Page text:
Like other major economies in the world, the Black Swan event has been a destabilizing factor in India’s growth trajectory, leading to an economic contraction in FY 21. The ill-effects of the crisis ripped through the entire supply chain causing the slowdown in business activities. Post suspension of the lockdown the economy has shown signs of recovery but the COVID continued to weigh on the overall growth in the subsequent quarters. The country that clocked an average growth of 7% in the last 5 years, has contracted for the first time since its independence.
However, as we are set to enter FY 22, conditions look relatively stable backed by healthy moderation to the economy. The improvement in the economy is also expedited by the successful introduction and faster deployment of the COVID vaccines.
Going forward, India’s economic outlook for the year FY 22 will be pivoted on its potential to build a robust manufacturing sector and seamlessly integrate with the international supply chain, upscale its infrastructure, and spearhead digitization of its vast service sector to arrest the fatigue caused by the crisis. Primary sectors such as agriculture will also play a significant role in economic growth.
FY 21 May Mark a new beginning for the Indian Manufacturing Sector
When the trade war between China & the USA intensified in 2018, India emerged as a viable alternative to companies looking to de-risk their supply chain from China. The growing trade war was also an opportune time for the country, which was aiming at taking the GDP contribution by manufacturing to 25%, to rise -up and fill the gaps in the international supply chain.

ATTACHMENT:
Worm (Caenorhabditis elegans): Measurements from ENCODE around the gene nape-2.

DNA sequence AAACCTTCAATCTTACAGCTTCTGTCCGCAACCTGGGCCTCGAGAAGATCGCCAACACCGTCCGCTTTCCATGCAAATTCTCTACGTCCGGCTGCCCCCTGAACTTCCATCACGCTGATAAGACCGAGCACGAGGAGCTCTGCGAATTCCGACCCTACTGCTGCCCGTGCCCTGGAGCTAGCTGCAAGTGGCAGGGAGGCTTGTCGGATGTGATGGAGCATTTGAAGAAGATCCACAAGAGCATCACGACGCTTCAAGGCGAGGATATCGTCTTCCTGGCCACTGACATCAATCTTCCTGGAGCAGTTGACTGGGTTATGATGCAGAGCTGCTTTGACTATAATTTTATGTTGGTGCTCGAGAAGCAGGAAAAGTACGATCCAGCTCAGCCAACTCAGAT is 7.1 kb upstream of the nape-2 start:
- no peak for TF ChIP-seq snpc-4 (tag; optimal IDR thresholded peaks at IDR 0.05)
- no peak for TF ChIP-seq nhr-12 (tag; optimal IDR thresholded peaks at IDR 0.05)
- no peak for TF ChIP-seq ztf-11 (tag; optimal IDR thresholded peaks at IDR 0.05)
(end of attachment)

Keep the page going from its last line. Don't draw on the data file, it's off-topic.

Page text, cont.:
In 2020, when the novel coronavirus has further forced many global MNCs to rethink their supply chain and contemplate a China+1 Strategy, India’s position as alternate business continuity and sourcing destination remains unchallenged. India’s large domestic market, availability of vast and affordable labor force, cheap land prices, and favorable geographical location render unique advantages.
The Government of India (GOI) is also committed to developing prolific manufacturing industry. The government had outlined the Make in India Plan in 2014 which has been further retweaked to Aatm Nirbhar Bharat (Self Reliance India), aimed at fast-tracking Indian manufacturing sector growth to realize self-sufficiency alongside deepening its foothold in the global supply chain and boost overall exports. To give a big push to indigenous manufacturing, governing authorities are incentivizing FDI inflow, freeing up the land bank for new manufacturing units, systematically developing manufacturing clusters & corridors, and introducing various subsidies.
Real Estate & Infrastructure will play a significant role
Infrastructure and Real Estate are expected to play a major role in India’s economic revival. GOI is committed to building world-class infrastructure. It has prepared a National Infrastructure Grid (NIG) of USD 1.4 trillion encapsulating a total of 7,300 projects. Already more than 1,700 projects are under implementation. NIG encompasses over 30 sub-sectors including logistics, urban infrastructure, industrial parks & townships, manufacturing corridors, smart cities, affordable housing & rental projects, telecom, power, and much more.
It is believed that infrastructure is a bottleneck in the current economic growth and hence by giving a facelift to the Indian infrastructure under the NIG, the country can realize larger economic potential. Bolstering the overall infrastructure can improve the lives of millions of Indian citizens, enhance industrial productivity, and attract large global MNCs to come and operate in the country.
Moreover, Infrastructure spending in tandem with the USD 270 billion government economic recovery package can work in tandem to arrest a fall in employment and build economic momentum.